News & Analysis

Mahomes and the Chiefs offensive environment have elevated each other to historic levels

The Kansas City Chiefs averaged 35.3 points per game this season, which sits behind only the 2013 Denver Broncos and the 2007 New England Patriots for the title of the highest-scoring offense in NFL history. That doesn’t happen unless two things come together – extraordinary talent at the quarterback position and an ideal offensive environment. Those two elements have come together this season for the Chiefs, and that gives them an offense that no one wants to come up against in the postseason.

Much has been made about Patrick Mahomes’ ability to improvise and create big plays outside of structure whether that be under pressure or outside the pocket, and he is certainly dangerous in those situations. What should be scarier to defensive coordinators league wide, though, is just how efficient Mahomes has been within the structure of the Chiefs' offense. Andy Reid and Eric Bieniemy have put together an offensive scheme that, in coordination with the electric playmakers the Chiefs employ around Mahomes, has created the perfect environment for him in his first year as the starter.

Mahomes is certainly capable of making big-time throws deep down field or into tight windows, as evidenced by his league-high 46 BTT’s, but the Chiefs' offensive scheme has also given him easy throws that go for big plays.

One area where this most clearly shows is in the screen game. Mahomes attempted 83 screen passes, which was fewer than only Ben Roethlisberger on the season. On those screen passes, Mahomes averaged a league-high 7.9 passing yards per attempt and a passer rating of 123.5. Eight of his screen passes went for gains of 20 or more yards. No other quarterback had more than five completions of 20-plus yards on screen passes. He got the ball out to Pro Bowl-caliber players such as Tyreek Hill and Travis Kelce behind the line of scrimmage and let them do the rest all season.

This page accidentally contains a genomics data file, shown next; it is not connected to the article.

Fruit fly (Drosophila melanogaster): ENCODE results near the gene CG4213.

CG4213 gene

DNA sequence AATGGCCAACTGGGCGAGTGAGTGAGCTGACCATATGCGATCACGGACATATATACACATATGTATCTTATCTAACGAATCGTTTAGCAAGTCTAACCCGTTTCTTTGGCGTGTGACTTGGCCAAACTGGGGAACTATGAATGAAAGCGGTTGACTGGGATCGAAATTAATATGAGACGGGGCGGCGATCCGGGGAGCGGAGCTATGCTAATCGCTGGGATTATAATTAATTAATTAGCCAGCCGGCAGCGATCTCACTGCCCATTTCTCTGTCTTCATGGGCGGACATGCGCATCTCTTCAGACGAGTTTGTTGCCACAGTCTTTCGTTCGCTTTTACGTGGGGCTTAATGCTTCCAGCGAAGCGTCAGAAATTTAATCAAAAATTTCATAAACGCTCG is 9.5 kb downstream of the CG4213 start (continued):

Of course, Hill is one of the most dangerous offensive weapons that you will find anywhere in the league. When you pair him with other matchup weapons such as Kelce and Sammy Watkins that will naturally lead to open men running free downfield. This season, Mahomes attempted 75 passes to receivers with two or more steps of separation 10-plus yards downfield. Only Matt Ryan had more such attempts on the year. This is just another way that the Chiefs have provided Mahomes with easier throws to lighten his load.

In fact, no matter where you look, when Mahomes was working in the rhythm of the offense, he was putting up historic numbers. He was excellent from a clean pocket with a passer rating of 134.2, which not only led the league, but it was the highest mark for any quarterback since 2006 that had at least 400 dropbacks. And if you look at who led the league in passer rating last season from a clean pocket, you’ll see the man whose job Mahomes took – Alex Smith at 115.3.

What about passes that get out in 2.5 seconds or less? All Mahomes did there was complete 79.3% of his passes and throw for 27 touchdowns compared to one interception. For all the talk about Mahomes free-wheeling, gunslinger mentality at quarterback this season, no one was better at operating within the confines of their offense than he was. Once again, the talent and scheme surrounding him deserve a lot of credit for not forcing him to be a one-man show.

That is what whoever comes up against the Chiefs in the divisional round will have to attempt to do – force Mahomes to be a one-man show and create for himself. If you let him work in rhythm, you’ve already lost as a defense.

When taken out of that rhythm, Mahomes will still get his. He has 27 gains of 20 or more yards when pressured and 23 gains of 20 or more yards when moved outside the pocket, both of which lead the league. He seeks out the big throw on those extended plays with an average depth of target of 18.4 yards when the pass comes over three seconds after the snap. So yes, forcing Mahomes to extend the play and move around does not come without risk. It does provide opportunities for the defense to get off the field, though.

On those passes that come out over three seconds after the snap, Mahomes has a completion percentage of just 43.2 percent. He also is tied with Josh Allen for the league lead in interceptions on such throws at eight, which is rather unlucky considering his total of only eight turnover-worthy plays, but nevertheless, those are opportunities for a defense to give the ball back to their offense.

It’s not a perfect solution, but there isn’t one when it comes to defending the monster that they’ve created in Kansas City. Mahomes and the offensive environment he was placed into have elevated each other to form one of the most explosive offenses in league history, and it’s the reason that the road to the Super Bowl in the AFC goes through Arrowhead.

Cris Collinsworth

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